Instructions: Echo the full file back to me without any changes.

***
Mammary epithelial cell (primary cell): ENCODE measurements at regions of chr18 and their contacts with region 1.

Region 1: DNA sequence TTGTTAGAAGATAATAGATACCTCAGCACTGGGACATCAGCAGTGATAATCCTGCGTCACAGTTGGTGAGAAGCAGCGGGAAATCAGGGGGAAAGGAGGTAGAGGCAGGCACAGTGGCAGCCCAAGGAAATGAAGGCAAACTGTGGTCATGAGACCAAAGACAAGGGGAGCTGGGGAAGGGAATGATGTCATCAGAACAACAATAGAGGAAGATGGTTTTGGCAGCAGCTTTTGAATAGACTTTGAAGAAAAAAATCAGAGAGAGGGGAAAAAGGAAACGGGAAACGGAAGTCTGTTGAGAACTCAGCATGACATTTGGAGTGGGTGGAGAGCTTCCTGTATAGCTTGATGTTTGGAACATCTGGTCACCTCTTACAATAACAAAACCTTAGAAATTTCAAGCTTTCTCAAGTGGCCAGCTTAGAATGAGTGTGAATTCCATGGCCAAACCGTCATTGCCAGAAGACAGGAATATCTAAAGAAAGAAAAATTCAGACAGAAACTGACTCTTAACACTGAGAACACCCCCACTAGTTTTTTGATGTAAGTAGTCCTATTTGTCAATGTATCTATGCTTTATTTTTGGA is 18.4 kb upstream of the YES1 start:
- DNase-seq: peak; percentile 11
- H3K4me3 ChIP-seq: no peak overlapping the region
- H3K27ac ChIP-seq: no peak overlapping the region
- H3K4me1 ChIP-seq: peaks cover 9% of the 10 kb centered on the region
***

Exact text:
Mammary epithelial cell (primary cell): ENCODE measurements at regions of chr18 and their contacts with region 1.

Region 1: DNA sequence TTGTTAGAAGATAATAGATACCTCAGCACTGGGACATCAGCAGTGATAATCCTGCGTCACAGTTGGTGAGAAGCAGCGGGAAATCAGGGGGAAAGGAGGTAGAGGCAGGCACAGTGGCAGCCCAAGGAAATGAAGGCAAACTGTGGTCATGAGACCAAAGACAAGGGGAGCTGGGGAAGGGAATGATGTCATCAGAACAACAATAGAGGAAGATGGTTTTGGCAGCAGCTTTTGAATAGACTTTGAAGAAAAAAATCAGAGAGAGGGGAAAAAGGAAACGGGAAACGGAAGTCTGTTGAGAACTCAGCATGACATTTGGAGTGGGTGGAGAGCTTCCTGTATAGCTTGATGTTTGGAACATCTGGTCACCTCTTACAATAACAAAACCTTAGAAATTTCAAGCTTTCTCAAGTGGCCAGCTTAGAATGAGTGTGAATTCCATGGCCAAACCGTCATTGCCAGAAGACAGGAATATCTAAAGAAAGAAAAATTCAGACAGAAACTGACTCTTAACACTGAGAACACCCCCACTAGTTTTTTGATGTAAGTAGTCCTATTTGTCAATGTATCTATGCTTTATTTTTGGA is 18.4 kb upstream of the YES1 start:
- DNase-seq: peak; percentile 11
- H3K4me3 ChIP-seq: no peak overlapping the region
- H3K27ac ChIP-seq: no peak overlapping the region
- H3K4me1 ChIP-seq: peaks cover 9% of the 10 kb centered on the region